Counterculture Materialized: Work and the “Outlaw Builder”

By Greg Castillo, CHC Affiliate

The lazy hippie, one of the most durable counterculture stereotypes, misrepresents the movement’s
energetic subversion of the modern construct of work. Industrial societies valorize work
as an income distribution mechanism, a threshold of adulthood, a yardstick of status, and a foundation
of individual identity. Counterculture ideology rejected such instrumental uses of labor
as not only coercive but also unnecessary, given the excess productive capacity of an economy
predicated upon planned obsolescence and competitive consumption. This essay examines how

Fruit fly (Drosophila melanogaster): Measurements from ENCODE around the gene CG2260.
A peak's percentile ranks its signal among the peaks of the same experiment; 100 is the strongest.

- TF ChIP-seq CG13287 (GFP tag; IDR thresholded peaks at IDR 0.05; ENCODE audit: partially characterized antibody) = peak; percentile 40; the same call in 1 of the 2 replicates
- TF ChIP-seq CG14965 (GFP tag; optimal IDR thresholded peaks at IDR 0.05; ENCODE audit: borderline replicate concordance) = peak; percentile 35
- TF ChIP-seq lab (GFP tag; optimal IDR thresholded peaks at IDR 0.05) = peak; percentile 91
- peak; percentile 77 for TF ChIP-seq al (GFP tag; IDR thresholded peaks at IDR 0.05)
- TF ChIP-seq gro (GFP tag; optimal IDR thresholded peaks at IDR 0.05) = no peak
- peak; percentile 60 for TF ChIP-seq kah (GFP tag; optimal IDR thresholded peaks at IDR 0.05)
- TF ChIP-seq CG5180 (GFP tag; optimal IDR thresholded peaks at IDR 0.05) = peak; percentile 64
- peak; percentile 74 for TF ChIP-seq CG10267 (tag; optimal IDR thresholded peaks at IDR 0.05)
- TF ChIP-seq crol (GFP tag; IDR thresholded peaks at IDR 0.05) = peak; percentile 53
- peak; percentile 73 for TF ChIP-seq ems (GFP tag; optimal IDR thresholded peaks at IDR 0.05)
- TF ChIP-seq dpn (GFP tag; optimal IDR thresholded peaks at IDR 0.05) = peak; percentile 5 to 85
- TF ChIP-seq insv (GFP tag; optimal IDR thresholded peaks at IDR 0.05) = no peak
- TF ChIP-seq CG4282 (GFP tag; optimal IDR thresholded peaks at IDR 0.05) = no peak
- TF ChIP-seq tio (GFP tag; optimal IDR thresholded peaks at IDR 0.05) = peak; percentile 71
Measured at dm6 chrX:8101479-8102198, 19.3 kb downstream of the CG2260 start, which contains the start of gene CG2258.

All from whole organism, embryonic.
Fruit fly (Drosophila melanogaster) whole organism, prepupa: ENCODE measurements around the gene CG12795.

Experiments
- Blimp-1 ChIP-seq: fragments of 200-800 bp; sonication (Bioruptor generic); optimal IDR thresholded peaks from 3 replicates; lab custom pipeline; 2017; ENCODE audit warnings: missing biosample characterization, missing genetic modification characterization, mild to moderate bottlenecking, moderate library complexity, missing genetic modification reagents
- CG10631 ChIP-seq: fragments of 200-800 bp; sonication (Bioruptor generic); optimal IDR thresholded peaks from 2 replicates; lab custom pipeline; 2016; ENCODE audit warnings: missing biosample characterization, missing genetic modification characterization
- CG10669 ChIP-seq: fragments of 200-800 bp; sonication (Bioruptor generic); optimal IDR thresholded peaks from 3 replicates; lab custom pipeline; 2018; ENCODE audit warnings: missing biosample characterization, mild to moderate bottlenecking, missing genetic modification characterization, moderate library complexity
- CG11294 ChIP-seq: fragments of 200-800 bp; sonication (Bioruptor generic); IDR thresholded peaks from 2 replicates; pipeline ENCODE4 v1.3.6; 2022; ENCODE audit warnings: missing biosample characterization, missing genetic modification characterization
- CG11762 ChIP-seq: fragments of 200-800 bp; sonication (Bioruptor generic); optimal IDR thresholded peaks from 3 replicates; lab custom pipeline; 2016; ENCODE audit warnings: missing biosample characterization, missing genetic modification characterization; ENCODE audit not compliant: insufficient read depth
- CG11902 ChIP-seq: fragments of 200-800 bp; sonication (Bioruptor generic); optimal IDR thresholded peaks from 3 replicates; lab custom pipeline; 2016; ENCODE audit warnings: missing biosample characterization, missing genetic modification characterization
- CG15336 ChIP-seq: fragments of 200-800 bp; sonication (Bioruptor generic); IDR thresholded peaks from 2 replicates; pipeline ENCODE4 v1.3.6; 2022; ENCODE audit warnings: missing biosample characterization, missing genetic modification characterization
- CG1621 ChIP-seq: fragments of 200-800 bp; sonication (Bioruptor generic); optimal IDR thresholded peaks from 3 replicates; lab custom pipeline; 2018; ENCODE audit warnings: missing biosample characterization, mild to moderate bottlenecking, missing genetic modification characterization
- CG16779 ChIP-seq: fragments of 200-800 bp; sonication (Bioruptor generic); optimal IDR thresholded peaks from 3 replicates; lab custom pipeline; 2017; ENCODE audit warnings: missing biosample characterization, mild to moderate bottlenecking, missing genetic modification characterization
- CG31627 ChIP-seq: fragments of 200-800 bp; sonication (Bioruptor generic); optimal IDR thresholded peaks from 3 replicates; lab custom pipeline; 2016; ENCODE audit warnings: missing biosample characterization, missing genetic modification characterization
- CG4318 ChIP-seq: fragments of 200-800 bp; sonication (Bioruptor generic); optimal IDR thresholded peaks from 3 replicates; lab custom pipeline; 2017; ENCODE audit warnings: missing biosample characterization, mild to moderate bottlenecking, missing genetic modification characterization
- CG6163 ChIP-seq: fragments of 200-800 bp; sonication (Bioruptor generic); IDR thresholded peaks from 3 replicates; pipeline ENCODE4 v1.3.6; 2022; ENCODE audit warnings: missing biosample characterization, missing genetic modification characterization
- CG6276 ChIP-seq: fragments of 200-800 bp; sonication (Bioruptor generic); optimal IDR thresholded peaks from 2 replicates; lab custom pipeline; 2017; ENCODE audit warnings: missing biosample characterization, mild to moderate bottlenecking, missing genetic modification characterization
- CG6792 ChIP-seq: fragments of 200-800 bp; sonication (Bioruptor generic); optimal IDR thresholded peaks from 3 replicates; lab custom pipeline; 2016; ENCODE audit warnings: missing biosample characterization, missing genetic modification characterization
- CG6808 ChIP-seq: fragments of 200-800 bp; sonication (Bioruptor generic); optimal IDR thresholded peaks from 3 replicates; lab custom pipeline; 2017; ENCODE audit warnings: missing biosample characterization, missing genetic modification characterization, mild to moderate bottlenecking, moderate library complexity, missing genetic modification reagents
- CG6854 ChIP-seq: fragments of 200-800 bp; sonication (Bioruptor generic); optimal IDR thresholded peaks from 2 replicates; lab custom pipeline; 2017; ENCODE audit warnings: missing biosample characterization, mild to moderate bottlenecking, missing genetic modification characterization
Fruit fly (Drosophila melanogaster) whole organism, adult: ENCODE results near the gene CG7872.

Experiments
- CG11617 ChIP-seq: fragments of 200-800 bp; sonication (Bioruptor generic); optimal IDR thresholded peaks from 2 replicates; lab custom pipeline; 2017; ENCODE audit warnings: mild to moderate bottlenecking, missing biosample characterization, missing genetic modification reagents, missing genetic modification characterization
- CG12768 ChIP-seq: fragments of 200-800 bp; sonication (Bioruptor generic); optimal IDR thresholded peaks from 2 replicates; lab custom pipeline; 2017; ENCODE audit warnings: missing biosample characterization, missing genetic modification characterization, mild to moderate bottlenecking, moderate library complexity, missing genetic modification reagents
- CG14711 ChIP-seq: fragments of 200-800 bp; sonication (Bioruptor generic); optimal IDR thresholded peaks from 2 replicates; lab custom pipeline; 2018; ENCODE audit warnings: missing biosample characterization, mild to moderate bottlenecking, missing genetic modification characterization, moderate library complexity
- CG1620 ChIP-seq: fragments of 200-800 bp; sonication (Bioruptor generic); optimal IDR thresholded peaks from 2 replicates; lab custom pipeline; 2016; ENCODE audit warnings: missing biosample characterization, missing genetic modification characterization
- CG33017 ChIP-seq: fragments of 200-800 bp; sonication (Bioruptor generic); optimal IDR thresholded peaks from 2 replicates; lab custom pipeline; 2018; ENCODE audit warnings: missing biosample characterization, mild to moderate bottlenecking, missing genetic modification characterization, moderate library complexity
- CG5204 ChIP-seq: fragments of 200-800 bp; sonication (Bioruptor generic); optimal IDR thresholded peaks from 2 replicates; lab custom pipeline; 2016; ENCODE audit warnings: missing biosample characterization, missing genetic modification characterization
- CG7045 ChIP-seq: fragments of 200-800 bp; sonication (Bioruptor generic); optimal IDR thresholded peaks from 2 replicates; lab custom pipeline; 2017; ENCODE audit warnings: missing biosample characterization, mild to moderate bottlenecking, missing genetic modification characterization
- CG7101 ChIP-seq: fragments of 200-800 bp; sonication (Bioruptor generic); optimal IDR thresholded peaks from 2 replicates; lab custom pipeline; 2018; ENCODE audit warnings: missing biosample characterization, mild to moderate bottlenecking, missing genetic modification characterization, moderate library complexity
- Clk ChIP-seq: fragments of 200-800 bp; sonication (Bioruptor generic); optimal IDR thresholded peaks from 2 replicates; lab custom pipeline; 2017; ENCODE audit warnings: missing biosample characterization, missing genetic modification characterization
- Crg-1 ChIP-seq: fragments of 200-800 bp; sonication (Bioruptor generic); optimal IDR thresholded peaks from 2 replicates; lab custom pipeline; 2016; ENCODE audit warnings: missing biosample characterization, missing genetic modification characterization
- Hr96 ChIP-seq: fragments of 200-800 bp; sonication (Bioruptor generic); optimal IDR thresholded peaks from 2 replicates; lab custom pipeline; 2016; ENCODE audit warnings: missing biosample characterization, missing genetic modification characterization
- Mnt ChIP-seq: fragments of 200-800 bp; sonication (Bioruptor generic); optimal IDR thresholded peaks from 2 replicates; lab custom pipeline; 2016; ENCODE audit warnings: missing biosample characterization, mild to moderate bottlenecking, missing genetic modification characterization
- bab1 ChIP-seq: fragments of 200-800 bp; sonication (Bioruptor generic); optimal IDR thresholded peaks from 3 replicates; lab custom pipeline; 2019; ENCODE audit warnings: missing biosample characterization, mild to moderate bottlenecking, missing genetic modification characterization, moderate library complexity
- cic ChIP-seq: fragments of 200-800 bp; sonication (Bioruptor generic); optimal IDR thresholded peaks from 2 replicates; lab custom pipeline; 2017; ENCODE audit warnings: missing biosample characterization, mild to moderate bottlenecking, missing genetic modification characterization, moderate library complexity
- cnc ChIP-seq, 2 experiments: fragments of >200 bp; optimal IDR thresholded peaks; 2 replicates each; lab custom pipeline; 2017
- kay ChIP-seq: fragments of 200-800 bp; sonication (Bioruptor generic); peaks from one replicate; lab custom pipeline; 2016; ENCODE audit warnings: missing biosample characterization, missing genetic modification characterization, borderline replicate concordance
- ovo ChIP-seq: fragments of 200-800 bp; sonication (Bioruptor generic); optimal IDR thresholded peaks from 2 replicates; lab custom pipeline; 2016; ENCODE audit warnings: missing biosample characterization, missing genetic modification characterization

hippies, in their guise as outlaw builders, radically redefined work. Mobilizing two inherited
middle-class legacies—the ideal of work as a vehicle of self-fulfillment and postwar enthusiasm
for do-it-yourself pastimes and guidebooks—counterculture builders violated the cultural conventions
and legal protocols of construction labor. Hippies redefined the practice of self-building
as a transformative experience open to anyone: the unskilled, the cash-strapped, women and
children, lesbians and gay men. Outlaw builders devised a work culture that fostered collective
identity and individual self-confidence in the process of constructing their back-to-the-land
shelters across a rural archipelago of “liberated territories.”